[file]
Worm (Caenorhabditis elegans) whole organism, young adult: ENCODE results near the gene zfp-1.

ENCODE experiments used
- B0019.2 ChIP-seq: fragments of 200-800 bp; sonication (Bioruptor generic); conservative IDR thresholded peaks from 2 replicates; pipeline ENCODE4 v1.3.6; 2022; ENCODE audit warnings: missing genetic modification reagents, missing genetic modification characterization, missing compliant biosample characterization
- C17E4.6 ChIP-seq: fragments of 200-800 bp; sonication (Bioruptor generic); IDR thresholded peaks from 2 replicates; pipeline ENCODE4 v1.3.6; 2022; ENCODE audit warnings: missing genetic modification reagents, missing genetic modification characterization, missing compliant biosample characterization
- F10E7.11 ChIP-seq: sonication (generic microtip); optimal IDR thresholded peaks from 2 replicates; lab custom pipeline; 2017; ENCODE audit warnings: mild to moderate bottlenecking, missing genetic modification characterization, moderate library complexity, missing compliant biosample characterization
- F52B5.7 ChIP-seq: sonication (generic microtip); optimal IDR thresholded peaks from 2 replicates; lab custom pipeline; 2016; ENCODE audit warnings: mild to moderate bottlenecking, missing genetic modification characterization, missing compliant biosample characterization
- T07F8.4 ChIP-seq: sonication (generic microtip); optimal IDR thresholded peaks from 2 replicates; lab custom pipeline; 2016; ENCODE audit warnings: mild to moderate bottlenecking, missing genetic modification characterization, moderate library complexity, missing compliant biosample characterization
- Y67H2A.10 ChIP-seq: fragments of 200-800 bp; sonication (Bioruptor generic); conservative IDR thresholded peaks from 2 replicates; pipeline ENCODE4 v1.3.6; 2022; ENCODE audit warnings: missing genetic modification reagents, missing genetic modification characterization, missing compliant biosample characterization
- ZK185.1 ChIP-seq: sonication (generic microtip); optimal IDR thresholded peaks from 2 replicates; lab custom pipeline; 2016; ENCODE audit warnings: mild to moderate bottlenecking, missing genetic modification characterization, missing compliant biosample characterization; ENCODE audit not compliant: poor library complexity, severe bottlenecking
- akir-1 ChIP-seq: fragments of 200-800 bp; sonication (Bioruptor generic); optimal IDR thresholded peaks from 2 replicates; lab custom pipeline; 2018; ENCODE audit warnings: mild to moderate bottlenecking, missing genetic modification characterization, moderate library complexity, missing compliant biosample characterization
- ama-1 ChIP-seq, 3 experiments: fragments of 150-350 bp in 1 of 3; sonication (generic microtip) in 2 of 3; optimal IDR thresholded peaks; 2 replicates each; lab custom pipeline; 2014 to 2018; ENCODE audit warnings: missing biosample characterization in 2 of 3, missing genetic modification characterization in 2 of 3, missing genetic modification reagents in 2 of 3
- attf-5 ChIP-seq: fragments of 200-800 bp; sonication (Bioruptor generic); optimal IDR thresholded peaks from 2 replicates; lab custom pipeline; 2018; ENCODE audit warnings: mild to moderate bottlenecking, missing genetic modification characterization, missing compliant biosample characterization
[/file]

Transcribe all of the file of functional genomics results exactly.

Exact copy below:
Worm (Caenorhabditis elegans) whole organism, young adult: ENCODE results near the gene zfp-1.

ENCODE experiments used
- B0019.2 ChIP-seq: fragments of 200-800 bp; sonication (Bioruptor generic); conservative IDR thresholded peaks from 2 replicates; pipeline ENCODE4 v1.3.6; 2022; ENCODE audit warnings: missing genetic modification reagents, missing genetic modification characterization, missing compliant biosample characterization
- C17E4.6 ChIP-seq: fragments of 200-800 bp; sonication (Bioruptor generic); IDR thresholded peaks from 2 replicates; pipeline ENCODE4 v1.3.6; 2022; ENCODE audit warnings: missing genetic modification reagents, missing genetic modification characterization, missing compliant biosample characterization
- F10E7.11 ChIP-seq: sonication (generic microtip); optimal IDR thresholded peaks from 2 replicates; lab custom pipeline; 2017; ENCODE audit warnings: mild to moderate bottlenecking, missing genetic modification characterization, moderate library complexity, missing compliant biosample characterization
- F52B5.7 ChIP-seq: sonication (generic microtip); optimal IDR thresholded peaks from 2 replicates; lab custom pipeline; 2016; ENCODE audit warnings: mild to moderate bottlenecking, missing genetic modification characterization, missing compliant biosample characterization
- T07F8.4 ChIP-seq: sonication (generic microtip); optimal IDR thresholded peaks from 2 replicates; lab custom pipeline; 2016; ENCODE audit warnings: mild to moderate bottlenecking, missing genetic modification characterization, moderate library complexity, missing compliant biosample characterization
- Y67H2A.10 ChIP-seq: fragments of 200-800 bp; sonication (Bioruptor generic); conservative IDR thresholded peaks from 2 replicates; pipeline ENCODE4 v1.3.6; 2022; ENCODE audit warnings: missing genetic modification reagents, missing genetic modification characterization, missing compliant biosample characterization
- ZK185.1 ChIP-seq: sonication (generic microtip); optimal IDR thresholded peaks from 2 replicates; lab custom pipeline; 2016; ENCODE audit warnings: mild to moderate bottlenecking, missing genetic modification characterization, missing compliant biosample characterization; ENCODE audit not compliant: poor library complexity, severe bottlenecking
- akir-1 ChIP-seq: fragments of 200-800 bp; sonication (Bioruptor generic); optimal IDR thresholded peaks from 2 replicates; lab custom pipeline; 2018; ENCODE audit warnings: mild to moderate bottlenecking, missing genetic modification characterization, moderate library complexity, missing compliant biosample characterization
- ama-1 ChIP-seq, 3 experiments: fragments of 150-350 bp in 1 of 3; sonication (generic microtip) in 2 of 3; optimal IDR thresholded peaks; 2 replicates each; lab custom pipeline; 2014 to 2018; ENCODE audit warnings: missing biosample characterization in 2 of 3, missing genetic modification characterization in 2 of 3, missing genetic modification reagents in 2 of 3
- attf-5 ChIP-seq: fragments of 200-800 bp; sonication (Bioruptor generic); optimal IDR thresholded peaks from 2 replicates; lab custom pipeline; 2018; ENCODE audit warnings: mild to moderate bottlenecking, missing genetic modification characterization, missing compliant biosample characterization